Canals One through Three are now retired, with Canal Four still running live. When Canal Two was built, most of its construction was just a widening/deepening of Canal One, but a slightly more direct route up a steeper hill was cut, and that section of One was buried. Canal Three was basically dug in a straight line through (what is now) the city, leaving the remnants of Two mostly in place. Number Four moved the canal's mouth to an entirely new spot, and the parts of Three going through the city were buried.
Most of the active Canal Four are not wayspots, nor really should they be. They're "just" active industrial infrastructure, moving ships carrying cargo through. But along much of its path are shared-use walking/biking/running trails, a couple of tourist-ish viewing platforms, and the like. THOSE generally have signs or maps or things of that nature, and are wayspots. Artificial or not, it's still a nice and pleasant spot to wander along the waterway.
But the older Canals, they're essentially "historic ruins", and we've (mostly) successfully gotten those through as wayspots. There's not a lot of One left, but a single plaque in that aforementioned buried section where some archaeologists dug up a Lock to examine it is a wayspot. Most of the path of Two is traced by a fairly lengthy walking trail, and those trail markers are now all wayspots, AND they are now also a series of six Ingress missions (plus a bonus one-off mission).
For Two, it just so happens that SOME of its former Flight Locks are still visible + accessible. Some you can literally walk into, and when you're there you'll see the obligatory spraypaint. Some just have pedestrian bridges over them leading to the walking trail. And some are just fenced off away not 20 feet away from the trail, but you'll only know they're there if you have a map. If you look at those Locks with an uneducated eye, it just looks like a pair of limestone-brick walls straddling a creek. But! they're the "architectural ruins" of our local history. Those accessible Locks have been accepted as wayspots, but we didn't try to submit the non-visible ones. (Nor did we submit a few that did wend their way through a public park, where their only accessible signage were Disc Golf tees.)
And then there's Three. Its remaining remnants are JUST as valid as One's and Two's, but there are far fewer of them. Of what's been accepted (both pre-OPR and post-Wayfarer), there's a plaque at its beginning at its First Lock. Its (buried) path traced through what is now a public park, with a second plaque. Across the road from the park, one of the Locks is partially unburied with a third plaque. Farther along are the remnants of a railroad bridge, left in place in another park, and those are a wayspot. (If you didn't know their history, the remaining structure only looks like two weird piles of large stone bricks.) And finally, the (signless) remains of a Lock is accessible via a barely-maintained-but-very-real walking path.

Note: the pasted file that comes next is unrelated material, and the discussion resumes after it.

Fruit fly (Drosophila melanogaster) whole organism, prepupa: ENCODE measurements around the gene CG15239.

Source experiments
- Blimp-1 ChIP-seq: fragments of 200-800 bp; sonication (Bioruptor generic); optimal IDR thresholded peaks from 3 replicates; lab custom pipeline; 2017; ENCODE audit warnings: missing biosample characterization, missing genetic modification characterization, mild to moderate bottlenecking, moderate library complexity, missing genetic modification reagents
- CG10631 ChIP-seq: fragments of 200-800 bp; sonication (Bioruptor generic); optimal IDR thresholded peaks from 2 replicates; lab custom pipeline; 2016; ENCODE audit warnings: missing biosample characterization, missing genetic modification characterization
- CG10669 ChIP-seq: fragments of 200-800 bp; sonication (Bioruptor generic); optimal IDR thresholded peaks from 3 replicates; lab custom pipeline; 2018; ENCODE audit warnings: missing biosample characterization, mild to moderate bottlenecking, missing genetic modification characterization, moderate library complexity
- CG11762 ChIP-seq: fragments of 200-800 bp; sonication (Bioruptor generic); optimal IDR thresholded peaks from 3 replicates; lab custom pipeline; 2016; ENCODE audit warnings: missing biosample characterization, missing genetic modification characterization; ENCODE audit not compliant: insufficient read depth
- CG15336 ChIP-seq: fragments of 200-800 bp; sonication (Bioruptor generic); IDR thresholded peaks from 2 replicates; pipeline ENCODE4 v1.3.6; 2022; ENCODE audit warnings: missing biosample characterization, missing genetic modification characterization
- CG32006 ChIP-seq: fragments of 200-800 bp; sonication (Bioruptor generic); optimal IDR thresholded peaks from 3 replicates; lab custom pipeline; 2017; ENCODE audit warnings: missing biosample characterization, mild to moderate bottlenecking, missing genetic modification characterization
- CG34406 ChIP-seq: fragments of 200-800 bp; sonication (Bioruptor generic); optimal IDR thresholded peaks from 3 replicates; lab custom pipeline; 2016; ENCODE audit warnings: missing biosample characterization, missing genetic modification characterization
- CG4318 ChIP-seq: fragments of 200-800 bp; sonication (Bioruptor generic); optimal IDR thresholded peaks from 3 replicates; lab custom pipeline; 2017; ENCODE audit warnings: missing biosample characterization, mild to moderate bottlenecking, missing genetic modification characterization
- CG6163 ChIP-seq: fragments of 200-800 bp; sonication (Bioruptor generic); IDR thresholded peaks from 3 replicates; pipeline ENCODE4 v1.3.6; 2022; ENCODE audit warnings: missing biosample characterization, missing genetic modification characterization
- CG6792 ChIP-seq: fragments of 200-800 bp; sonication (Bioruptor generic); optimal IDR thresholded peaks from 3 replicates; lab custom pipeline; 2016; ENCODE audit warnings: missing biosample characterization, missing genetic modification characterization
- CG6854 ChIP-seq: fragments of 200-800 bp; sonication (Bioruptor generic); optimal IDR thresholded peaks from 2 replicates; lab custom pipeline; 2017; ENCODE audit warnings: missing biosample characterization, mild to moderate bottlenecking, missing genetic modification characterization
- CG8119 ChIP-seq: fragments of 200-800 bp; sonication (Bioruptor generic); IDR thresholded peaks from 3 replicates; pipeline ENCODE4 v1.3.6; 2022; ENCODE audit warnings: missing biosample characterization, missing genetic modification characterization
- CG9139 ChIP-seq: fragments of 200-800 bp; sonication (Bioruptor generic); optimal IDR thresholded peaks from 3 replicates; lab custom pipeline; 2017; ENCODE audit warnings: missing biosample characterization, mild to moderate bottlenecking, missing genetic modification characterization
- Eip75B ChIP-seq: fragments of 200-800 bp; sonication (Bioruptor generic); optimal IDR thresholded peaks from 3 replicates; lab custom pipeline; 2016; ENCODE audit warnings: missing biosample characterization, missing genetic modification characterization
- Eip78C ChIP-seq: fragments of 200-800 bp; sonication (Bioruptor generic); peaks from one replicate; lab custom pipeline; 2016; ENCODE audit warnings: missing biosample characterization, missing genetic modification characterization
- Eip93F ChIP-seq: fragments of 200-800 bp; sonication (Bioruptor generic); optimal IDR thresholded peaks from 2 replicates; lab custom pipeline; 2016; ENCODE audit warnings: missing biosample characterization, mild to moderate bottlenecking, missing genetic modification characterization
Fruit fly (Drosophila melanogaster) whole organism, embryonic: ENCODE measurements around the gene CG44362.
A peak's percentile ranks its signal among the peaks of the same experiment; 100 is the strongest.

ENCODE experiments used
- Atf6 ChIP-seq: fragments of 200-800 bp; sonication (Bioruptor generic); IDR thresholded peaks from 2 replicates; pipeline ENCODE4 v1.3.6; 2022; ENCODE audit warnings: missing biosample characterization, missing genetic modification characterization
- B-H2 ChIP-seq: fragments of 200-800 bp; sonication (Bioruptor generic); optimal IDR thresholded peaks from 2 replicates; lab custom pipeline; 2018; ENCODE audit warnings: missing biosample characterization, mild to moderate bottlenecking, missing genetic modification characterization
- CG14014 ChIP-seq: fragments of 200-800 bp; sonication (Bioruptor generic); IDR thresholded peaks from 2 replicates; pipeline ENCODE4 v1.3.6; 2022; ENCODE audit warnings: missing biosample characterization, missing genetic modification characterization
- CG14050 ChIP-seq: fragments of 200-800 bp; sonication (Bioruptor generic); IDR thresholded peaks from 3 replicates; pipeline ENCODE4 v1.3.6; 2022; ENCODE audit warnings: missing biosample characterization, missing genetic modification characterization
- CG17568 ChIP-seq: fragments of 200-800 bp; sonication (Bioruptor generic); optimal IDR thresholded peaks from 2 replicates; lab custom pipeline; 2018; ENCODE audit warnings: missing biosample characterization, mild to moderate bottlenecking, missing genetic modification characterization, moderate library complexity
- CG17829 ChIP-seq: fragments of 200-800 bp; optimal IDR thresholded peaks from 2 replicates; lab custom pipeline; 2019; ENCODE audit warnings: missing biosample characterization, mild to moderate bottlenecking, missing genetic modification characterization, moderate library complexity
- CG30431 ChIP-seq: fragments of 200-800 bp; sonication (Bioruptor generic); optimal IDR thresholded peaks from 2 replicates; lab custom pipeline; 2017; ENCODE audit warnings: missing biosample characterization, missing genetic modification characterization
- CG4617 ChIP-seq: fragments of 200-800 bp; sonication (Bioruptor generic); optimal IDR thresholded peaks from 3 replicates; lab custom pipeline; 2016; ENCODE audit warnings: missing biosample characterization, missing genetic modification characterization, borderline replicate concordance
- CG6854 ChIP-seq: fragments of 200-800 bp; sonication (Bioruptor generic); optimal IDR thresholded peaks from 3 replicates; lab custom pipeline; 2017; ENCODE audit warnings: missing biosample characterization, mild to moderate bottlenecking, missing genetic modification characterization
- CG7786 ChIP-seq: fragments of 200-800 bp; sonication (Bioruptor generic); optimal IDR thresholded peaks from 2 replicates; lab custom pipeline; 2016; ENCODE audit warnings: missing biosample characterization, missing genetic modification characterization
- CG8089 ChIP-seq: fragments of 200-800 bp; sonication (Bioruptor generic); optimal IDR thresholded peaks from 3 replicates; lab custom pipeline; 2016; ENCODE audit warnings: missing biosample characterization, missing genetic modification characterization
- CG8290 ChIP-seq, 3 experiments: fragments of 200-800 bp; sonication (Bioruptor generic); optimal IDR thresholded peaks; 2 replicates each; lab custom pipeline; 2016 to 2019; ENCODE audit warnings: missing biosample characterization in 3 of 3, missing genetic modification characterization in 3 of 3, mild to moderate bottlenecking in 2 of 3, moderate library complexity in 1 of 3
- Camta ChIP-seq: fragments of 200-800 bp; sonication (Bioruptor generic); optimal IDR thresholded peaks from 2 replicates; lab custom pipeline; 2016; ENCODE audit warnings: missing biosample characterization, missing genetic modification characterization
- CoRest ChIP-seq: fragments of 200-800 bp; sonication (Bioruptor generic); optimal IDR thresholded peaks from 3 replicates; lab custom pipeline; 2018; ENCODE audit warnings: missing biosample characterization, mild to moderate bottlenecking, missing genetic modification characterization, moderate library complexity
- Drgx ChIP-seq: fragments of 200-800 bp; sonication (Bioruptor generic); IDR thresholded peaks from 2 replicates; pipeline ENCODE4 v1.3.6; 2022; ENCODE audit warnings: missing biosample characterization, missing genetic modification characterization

Besides those, there are very few other bits of Three that could be submitted -- most of which happen to be on Federal land. I personally couldn't get there without trespassing, but "technically" somebody who WAS there could submit those former Locks, Tunnels, etc and/or access any resulting wayspots.
But the one spot that's still bugging me? There is the remains of a Lock in a public park. You can walk directly up to it and touch its outer wall unimpeded. I can sit on it without trespassing. It's safe to be there. It's MY HISTORY. But over and over, Wayfarer keeps rejecting that one spot. Yes, it's kinda ugly. Yes, it's "just" stone bricks surrounding a bit of water. Yes, you personally have no idea how much history this thing has. But, sigh, its repeated rejections are annoying me.
tl;dr: a currently-working canal isn't particularly valid as a wayspot, any more than would be other transportation infrastructure. But being a waterway, there are often trails/signs/etc along its path that can be submitted. A now-unused "former" canal will often have "historic remnants" "architectural ruins" and/or have many things along their path that can be submitted. Local archaeologists LOVE this stuff.